Review: Indianapolis Symphony Orchestra's unofficial season opener

October 18, 2012
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After weeks of contract negotiations and a lockout, the Indianapolis Symphony Orchestra unofficially opened its 2012-13 season Thursday with hot chocolate and White Castle hamburgers in the lobby, a Happy Hour crowd that gave the players an extended standing ovation before a single note was played, and a program that didn’t just range from M83 to Beethoven but neatly combined both into the musical highlight of the evening.

OK, the samples from Pizzology were also pretty good.

A semi-bearded Zach De Pue and his Time for Three cohorts were the focus of most of the program, mixing in a Coldplay variation, a “Riverdance” tune, Led Zeppelin’s “Gallows Pole" (also mashed with Beethoven) and original musical by their occasional (but not tonight) keyboardist. The playing by the trio-in-residence was aggressive and spirited if not always mixing well with the rest of the ISO. The fact that the program was pulled together with three days mitigated any rough spots.

For a closer, Time for Three wisely turned the stage back over to the rank-and-file ISO for a conductorless “Bolero.” Ravel's hypnotic piece incessantly repeats its melody, layering it each time with different instruments until it seems like there couldn't possibly be another sound coming from the orchestra. That's when it all comes together with the entire orchestra engaged in the crazy sway whose impact is akin to being in the midst of a holographic Fellini film while buzzed.

And then its over...at least, the live part is. Ravel's melody, though, is likely to stick with you for days. You can hear it for yourself at the Oct. 19-20 concerts where it's paired with Debussy's "La Mer."  

Although they didn’t take the stage, both music director Krzystof Urbanski and principal pops conductor Jack Everly were in the house to witness the love-fest between the crowd and the musicians. Absence certainly seems to have made the Indianapolis hearts grow fonder.

Your thoughts?

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  • Symphony with Light Show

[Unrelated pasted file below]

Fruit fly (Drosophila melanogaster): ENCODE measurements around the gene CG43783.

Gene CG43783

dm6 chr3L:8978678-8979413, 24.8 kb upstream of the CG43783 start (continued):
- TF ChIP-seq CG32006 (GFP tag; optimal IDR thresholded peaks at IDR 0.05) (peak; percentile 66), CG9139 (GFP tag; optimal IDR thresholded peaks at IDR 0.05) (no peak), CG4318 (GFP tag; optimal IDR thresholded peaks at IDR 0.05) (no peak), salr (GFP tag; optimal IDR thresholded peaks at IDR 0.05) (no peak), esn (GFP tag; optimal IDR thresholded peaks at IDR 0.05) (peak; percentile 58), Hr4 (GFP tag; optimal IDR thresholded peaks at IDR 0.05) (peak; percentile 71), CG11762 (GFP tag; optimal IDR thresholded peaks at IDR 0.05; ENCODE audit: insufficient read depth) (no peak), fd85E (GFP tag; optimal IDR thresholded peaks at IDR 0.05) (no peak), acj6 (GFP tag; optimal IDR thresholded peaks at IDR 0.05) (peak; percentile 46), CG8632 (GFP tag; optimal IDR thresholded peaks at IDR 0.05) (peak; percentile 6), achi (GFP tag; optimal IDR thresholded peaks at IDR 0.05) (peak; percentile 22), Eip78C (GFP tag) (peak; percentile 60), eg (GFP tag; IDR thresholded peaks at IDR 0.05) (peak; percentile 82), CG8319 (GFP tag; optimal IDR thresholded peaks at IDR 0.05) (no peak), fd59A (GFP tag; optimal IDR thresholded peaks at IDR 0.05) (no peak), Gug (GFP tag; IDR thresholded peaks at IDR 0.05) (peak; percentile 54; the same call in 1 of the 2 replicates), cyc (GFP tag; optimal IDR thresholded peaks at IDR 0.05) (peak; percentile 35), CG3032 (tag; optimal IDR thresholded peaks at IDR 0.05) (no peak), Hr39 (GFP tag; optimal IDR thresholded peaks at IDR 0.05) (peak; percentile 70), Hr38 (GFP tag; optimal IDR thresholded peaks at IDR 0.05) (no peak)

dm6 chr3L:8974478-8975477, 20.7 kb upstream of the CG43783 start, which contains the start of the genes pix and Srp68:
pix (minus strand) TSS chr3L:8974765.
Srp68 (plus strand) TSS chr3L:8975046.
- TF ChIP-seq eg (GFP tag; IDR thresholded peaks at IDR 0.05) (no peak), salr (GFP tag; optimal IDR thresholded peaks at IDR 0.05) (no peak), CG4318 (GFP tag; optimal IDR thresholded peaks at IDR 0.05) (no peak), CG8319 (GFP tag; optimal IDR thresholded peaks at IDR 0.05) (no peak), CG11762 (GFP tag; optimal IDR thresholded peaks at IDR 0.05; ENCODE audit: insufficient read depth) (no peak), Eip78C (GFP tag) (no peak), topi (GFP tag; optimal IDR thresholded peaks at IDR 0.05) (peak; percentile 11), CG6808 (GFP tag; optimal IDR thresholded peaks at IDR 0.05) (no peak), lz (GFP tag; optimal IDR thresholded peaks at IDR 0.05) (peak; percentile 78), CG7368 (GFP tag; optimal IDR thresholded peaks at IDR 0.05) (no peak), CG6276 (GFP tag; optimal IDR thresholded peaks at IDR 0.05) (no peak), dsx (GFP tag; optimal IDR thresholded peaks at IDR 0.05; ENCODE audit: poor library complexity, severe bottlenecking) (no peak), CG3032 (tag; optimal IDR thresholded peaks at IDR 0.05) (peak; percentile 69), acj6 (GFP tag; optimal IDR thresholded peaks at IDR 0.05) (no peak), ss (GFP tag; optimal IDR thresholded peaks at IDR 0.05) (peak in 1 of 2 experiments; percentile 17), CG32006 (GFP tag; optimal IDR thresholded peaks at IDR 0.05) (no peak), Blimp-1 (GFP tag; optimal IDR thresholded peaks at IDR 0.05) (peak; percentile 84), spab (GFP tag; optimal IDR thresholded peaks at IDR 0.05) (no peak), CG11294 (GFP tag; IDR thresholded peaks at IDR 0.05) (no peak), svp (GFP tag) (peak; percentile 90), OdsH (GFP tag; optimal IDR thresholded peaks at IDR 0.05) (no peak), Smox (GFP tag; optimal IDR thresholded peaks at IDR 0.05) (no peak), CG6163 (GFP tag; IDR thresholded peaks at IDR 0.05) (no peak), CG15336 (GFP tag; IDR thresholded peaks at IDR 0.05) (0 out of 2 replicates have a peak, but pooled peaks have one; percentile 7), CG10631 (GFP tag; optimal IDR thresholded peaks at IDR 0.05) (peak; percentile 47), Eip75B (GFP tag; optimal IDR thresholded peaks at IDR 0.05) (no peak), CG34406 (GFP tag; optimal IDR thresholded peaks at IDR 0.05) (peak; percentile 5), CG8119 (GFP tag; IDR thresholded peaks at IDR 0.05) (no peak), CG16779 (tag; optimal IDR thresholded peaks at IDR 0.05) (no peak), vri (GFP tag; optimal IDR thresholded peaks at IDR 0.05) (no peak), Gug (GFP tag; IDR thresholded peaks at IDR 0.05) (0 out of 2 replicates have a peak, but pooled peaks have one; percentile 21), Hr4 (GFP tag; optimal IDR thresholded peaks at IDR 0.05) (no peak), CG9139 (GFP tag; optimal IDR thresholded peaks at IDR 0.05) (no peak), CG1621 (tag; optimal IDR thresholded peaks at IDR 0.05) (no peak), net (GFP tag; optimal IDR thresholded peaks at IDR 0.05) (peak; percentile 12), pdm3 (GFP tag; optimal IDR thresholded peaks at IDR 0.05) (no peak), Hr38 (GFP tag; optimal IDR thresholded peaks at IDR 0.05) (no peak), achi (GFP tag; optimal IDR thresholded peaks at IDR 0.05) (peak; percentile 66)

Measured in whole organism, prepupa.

I completely enjoyed myself at Happy Hour at the Symphony on Thursday night. As Lou Harry alludes to above, you didn't even have to drink any alcohol to feel a buzz. What I especially liked is that in addition to entertaining my sense of taste, with the food (no, I wasn't eating instruments), and my sense of hearing, with the nicely nuanced mixtures of modern and classical tunes, my sense of sight got a treat as well. I thought the use of the stage lights throughout the evening really added that extra effect that kept me engaged with the performers throughout the show. The layering of lights as the instrumentation layered on top of itself during the ISOs playing of Bolero was especially effective. It was also fun to watch the tf3 cohorts grinning, shoulder shrugging, and moving their heads just as much as their bows while standing in front of the biggest, and might I say best, back-up band around.
  • Bittersweet
    Truly bittersweet. It was so great having our symphony back on stage (though I went to both fundraising concerts that the ISO musicians produced during the lockout) but I couldn't help thinking while sitting there all night about how skrewed over they were and how much they had to concede to take the stage simply because they, their endowment fund, their marketing and their fundraising have been so, so horribly mismanaged. It's like the kids being punished because their parents are such...well, bad stewards of the family. So it was bittersweet. Our musicians deserve more than this. I can tell you too, if board chair John Thornburgh or interim CEO Jackie Groth had dared to take the stage with our musicians, I was prepared to boo. And heckle loudly. I hope in the aftermath, there is a board and management shakeup and the musicians, in the end, get their due. If not, we're going to lose a lot of them to orchestras - and cities - that are more worthy of their dedication and talents.

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